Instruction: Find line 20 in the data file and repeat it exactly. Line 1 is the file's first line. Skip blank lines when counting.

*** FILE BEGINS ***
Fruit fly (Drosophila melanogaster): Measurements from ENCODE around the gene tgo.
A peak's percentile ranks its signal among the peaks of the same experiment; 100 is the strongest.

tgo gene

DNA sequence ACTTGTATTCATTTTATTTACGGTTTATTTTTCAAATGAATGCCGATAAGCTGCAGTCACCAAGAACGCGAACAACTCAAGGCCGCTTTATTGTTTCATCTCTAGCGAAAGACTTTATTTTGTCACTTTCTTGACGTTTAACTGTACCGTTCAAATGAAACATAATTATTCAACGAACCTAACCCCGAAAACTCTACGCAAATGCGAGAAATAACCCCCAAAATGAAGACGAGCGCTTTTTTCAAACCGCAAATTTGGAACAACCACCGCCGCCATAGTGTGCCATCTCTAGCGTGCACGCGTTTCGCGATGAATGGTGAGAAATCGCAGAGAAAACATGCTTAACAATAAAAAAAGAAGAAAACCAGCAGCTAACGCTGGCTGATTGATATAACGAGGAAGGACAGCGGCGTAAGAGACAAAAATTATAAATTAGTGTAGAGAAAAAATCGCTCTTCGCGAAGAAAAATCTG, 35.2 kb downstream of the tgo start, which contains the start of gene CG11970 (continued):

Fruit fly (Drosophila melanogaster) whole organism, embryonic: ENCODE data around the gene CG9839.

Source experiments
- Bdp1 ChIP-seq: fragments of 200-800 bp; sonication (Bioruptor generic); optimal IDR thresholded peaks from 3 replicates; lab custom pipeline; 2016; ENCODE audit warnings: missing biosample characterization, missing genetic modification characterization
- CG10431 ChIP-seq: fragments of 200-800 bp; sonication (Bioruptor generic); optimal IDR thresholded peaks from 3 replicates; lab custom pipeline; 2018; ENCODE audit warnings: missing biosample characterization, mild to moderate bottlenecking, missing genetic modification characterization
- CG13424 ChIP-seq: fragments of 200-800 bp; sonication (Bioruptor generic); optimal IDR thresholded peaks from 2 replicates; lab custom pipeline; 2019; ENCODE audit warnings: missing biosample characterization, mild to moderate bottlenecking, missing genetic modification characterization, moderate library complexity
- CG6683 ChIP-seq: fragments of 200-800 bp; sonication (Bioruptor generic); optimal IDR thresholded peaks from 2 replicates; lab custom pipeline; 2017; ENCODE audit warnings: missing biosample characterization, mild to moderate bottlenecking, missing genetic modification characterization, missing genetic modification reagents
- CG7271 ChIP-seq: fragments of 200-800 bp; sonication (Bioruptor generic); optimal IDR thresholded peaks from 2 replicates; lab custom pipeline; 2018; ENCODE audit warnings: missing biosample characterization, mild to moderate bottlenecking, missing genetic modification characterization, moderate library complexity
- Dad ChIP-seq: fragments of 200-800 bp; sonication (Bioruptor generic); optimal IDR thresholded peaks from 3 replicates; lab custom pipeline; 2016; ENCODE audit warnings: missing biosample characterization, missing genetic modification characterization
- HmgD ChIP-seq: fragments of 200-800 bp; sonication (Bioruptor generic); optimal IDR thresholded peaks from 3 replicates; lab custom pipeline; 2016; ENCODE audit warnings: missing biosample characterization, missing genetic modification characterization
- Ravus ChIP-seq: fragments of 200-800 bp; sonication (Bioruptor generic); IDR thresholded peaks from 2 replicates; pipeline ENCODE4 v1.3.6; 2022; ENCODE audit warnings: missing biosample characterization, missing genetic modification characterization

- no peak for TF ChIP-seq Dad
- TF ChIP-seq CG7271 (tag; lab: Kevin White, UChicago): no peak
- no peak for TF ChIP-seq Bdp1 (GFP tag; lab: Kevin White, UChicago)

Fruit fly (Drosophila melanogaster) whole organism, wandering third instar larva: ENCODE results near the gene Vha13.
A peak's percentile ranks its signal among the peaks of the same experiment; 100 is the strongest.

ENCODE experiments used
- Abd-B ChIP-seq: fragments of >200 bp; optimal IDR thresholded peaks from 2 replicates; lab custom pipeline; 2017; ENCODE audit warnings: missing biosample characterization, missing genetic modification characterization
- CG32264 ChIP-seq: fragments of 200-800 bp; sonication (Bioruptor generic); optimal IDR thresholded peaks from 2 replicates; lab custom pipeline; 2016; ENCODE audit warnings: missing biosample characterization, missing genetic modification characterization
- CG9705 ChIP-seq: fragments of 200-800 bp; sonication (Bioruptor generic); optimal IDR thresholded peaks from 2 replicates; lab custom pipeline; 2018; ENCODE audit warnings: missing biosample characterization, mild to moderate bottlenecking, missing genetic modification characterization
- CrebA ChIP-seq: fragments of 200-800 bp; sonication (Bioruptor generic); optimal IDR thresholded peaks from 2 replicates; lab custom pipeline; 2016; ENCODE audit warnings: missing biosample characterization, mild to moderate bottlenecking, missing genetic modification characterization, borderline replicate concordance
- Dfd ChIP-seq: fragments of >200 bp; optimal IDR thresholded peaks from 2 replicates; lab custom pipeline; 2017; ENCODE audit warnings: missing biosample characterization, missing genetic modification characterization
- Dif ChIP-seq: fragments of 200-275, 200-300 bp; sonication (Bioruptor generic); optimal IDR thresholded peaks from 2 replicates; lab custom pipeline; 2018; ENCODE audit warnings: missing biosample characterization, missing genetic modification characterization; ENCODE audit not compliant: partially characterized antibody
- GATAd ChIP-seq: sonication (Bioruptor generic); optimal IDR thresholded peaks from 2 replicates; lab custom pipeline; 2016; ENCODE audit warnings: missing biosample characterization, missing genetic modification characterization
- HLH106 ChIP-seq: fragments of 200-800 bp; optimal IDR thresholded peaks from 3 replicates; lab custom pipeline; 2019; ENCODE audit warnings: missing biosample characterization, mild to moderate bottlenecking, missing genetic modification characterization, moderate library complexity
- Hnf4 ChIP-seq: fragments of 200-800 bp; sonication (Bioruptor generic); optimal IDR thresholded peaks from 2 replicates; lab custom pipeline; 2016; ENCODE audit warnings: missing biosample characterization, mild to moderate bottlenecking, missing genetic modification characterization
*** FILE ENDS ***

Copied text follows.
ENCODE experiments used